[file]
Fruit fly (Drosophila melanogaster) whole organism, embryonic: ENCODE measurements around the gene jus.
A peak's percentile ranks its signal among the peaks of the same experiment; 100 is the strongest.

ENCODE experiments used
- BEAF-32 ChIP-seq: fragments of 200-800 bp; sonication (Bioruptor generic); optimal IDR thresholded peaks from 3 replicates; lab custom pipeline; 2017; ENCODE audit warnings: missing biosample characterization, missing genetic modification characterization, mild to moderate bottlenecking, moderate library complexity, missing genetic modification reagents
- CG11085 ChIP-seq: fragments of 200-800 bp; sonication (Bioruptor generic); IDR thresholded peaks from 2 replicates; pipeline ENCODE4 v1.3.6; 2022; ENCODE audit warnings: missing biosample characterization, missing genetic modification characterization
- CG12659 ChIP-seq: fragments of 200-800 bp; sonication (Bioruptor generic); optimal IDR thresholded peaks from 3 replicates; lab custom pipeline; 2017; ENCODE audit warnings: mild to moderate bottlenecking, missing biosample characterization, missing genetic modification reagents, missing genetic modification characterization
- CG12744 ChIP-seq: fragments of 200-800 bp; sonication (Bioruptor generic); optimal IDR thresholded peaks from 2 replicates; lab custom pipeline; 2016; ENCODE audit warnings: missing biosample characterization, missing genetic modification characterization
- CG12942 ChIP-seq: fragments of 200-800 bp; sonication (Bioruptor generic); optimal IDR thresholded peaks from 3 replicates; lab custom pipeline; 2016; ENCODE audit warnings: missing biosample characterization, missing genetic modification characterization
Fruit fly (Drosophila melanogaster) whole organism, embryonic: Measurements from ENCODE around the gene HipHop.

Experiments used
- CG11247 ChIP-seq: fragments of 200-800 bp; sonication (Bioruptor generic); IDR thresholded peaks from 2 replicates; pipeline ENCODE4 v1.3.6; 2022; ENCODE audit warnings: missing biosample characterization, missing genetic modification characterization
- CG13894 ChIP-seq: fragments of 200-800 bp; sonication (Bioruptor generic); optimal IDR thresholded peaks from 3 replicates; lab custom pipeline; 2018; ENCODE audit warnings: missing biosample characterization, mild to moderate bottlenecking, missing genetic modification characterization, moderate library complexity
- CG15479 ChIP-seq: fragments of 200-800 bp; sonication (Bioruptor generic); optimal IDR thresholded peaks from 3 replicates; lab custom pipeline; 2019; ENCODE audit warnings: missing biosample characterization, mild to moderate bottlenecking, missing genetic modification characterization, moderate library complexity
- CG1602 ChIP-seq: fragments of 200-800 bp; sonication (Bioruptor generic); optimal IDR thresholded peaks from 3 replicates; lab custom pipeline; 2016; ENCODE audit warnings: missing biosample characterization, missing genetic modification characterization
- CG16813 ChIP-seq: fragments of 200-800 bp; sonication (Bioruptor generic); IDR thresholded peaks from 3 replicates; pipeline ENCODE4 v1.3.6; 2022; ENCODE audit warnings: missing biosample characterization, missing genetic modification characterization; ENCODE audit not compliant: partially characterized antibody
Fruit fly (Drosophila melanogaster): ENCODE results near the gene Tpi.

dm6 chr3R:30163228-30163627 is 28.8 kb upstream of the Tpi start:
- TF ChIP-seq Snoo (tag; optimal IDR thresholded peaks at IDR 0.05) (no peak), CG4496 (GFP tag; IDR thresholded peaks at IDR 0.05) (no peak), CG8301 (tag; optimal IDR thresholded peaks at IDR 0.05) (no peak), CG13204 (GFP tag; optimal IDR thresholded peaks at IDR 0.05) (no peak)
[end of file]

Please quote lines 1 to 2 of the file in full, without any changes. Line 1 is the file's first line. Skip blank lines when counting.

Fruit fly (Drosophila melanogaster) whole organism, embryonic: ENCODE measurements around the gene jus.
A peak's percentile ranks its signal among the peaks of the same experiment; 100 is the strongest.